With all the solidarity of the monarchies, it looked at times as if the congress might end without result. The main reason was the conflict of interests between Austria, Prussia and Russia over Poland. In this diplomatic conflict, which took place on different levels, the participating states formed new alliances. Alexander I's plan to establish a Polish kingdom under Russian rule in the Duchy of Warsaw initially met with little approval. When in November 1814 the Prussian delegation on the instructions of Friedrich Wilhelm III. Supported the Russian position without reservation, an alliance between Great Britain and Austria was formed, which France also came closer to. The associated recognition of France as a great power, while at the same time the conflicting interests among the Allies came to a head, turned into a triumph of Talleyrand's negotiating skills at the turn of the year 1814/1815. The conflict shifted from Poland to the Saxon question. One also speaks of the Polish-Saxon question, since the King of Saxony was also Duke of Warsaw and thus head of state in the area that Alexander I was aiming for. The continued existence of Saxony as a state was more than uncertain due to the imprisonment of King Friedrich August I , whom the Allies accused of collaborating with Napoleon. The Wettin was only able to influence the discussions through intermediaries .

At times a war was in the air between the former allies, and Prussia was already beginning military preparations. On January 3, 1815, a secret agreement was reached between Great Britain, Austria and France against Prussia and Russia, which the Netherlands , Bavaria and Hanover also joined. This shattered the Prussian hopes that had been cherished since Friedrich II for a complete acquisition of the neighboring state of Saxony.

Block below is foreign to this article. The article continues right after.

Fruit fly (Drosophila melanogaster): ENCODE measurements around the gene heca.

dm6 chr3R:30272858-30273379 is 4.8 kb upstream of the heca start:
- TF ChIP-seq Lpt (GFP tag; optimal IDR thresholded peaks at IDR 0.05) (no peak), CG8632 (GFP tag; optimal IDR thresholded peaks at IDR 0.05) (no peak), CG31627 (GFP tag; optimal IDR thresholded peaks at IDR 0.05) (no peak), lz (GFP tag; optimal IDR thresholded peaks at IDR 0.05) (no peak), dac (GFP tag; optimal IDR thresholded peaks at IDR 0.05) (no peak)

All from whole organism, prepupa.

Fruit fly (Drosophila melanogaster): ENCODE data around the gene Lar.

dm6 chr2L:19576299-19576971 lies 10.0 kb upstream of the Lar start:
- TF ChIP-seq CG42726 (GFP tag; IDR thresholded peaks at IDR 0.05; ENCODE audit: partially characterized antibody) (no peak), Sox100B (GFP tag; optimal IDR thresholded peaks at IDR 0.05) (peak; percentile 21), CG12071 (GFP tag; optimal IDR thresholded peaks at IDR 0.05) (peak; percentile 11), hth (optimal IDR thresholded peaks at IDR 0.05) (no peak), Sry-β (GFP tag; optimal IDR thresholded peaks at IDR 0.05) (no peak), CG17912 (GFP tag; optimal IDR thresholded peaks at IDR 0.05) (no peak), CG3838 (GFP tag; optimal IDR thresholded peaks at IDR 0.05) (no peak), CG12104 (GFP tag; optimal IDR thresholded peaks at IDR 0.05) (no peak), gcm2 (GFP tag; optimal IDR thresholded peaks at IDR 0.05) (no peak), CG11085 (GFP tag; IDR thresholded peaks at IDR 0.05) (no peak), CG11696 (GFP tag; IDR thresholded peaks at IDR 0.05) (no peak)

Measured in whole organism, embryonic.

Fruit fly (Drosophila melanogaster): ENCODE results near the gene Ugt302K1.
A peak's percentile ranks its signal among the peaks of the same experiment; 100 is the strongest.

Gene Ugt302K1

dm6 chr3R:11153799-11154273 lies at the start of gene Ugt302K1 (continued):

The persistent disagreements on territorial issues were resolved relatively easily in various committee meetings. The negotiations also continued when Napoleon Bonaparte returned from exile and restored his power in France in March 1815. The final act of Congress was signed nine days before Napoleon's final defeat at Waterloo .

Territorial reorganization

The decisions about which state had to surrender which territories or which territories were assigned to it were based on preliminary work by a “statistical commission”. In this commission, experts, including geographers, economists and demographic statisticians, had worked carefully to estimate the respective "territorial value", which mainly included the size of the territory, its population and its profitability. In this way, territories, claims and concessions that were lost and won could be roughly offset against each other. Before the beginning of the Congress in the First Peace of Paris, the territory of France had been returned to the borders of 1792.

Austria and Luxembourg

Austria had to give up its former possessions on the Upper Rhine . Overall, Austria tended to withdraw from western Germany. In return, it received Galicia again (including the Tarnopol district ), while Krakow and the surrounding area became a republic of Krakow guaranteed by the three partitioning powers . Also Illyria fell back to Austria. With the possession of the former Republic of Venice and Lombardy , amalgamated in the Kingdom of Lombardy-Venetia , as well as the assignment of Tuscany to Archduke Ferdinand and the city of Parma to the Austrian wife of Napoleon Marie-Louise , the Habsburgs had an even stronger position in Northern Italy than before Revolution. Salzburg and the Innviertel were added to the north . Compared to the territorial gains made by Prussia and Russia, however, Austria's territorial growth appeared limited. In particular, the formerly Austrian Netherlands (from which Belgium would later emerge) were lost. These areas fell to the Netherlands, and the United Kingdom of the Netherlands was created . In personal union , the House of Orange-Nassau provided not only the King of the Netherlands, but also the Grand Duke of Luxembourg . Overall, Austria has “grown out” of Germany geographically, but has become a leading power politically in the German Confederation, which was also formed by the Congress of Vienna, while the opposite direction initially applies to Prussia.